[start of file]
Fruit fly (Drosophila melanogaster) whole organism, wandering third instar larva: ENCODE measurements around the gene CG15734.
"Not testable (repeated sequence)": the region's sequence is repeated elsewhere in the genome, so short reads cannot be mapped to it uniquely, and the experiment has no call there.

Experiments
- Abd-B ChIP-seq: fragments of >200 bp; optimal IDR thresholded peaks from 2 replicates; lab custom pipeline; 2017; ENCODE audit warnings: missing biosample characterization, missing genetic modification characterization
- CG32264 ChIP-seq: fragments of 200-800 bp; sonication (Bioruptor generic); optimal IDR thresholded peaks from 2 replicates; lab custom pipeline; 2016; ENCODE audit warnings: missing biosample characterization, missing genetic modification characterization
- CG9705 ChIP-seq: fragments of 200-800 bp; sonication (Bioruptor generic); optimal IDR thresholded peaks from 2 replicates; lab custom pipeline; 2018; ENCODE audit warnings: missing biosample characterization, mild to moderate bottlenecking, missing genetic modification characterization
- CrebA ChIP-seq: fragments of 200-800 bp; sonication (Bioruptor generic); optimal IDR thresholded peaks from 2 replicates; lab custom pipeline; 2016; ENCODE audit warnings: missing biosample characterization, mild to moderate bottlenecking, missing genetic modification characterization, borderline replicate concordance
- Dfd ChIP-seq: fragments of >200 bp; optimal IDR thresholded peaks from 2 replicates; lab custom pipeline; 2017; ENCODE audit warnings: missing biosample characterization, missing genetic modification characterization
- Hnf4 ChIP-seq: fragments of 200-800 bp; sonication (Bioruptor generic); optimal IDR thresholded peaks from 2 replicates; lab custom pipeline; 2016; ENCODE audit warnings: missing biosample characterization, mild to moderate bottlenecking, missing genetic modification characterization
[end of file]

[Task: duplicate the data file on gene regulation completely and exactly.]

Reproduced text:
Fruit fly (Drosophila melanogaster) whole organism, wandering third instar larva: ENCODE measurements around the gene CG15734.
"Not testable (repeated sequence)": the region's sequence is repeated elsewhere in the genome, so short reads cannot be mapped to it uniquely, and the experiment has no call there.

Experiments
- Abd-B ChIP-seq: fragments of >200 bp; optimal IDR thresholded peaks from 2 replicates; lab custom pipeline; 2017; ENCODE audit warnings: missing biosample characterization, missing genetic modification characterization
- CG32264 ChIP-seq: fragments of 200-800 bp; sonication (Bioruptor generic); optimal IDR thresholded peaks from 2 replicates; lab custom pipeline; 2016; ENCODE audit warnings: missing biosample characterization, missing genetic modification characterization
- CG9705 ChIP-seq: fragments of 200-800 bp; sonication (Bioruptor generic); optimal IDR thresholded peaks from 2 replicates; lab custom pipeline; 2018; ENCODE audit warnings: missing biosample characterization, mild to moderate bottlenecking, missing genetic modification characterization
- CrebA ChIP-seq: fragments of 200-800 bp; sonication (Bioruptor generic); optimal IDR thresholded peaks from 2 replicates; lab custom pipeline; 2016; ENCODE audit warnings: missing biosample characterization, mild to moderate bottlenecking, missing genetic modification characterization, borderline replicate concordance
- Dfd ChIP-seq: fragments of >200 bp; optimal IDR thresholded peaks from 2 replicates; lab custom pipeline; 2017; ENCODE audit warnings: missing biosample characterization, missing genetic modification characterization
- Hnf4 ChIP-seq: fragments of 200-800 bp; sonication (Bioruptor generic); optimal IDR thresholded peaks from 2 replicates; lab custom pipeline; 2016; ENCODE audit warnings: missing biosample characterization, mild to moderate bottlenecking, missing genetic modification characterization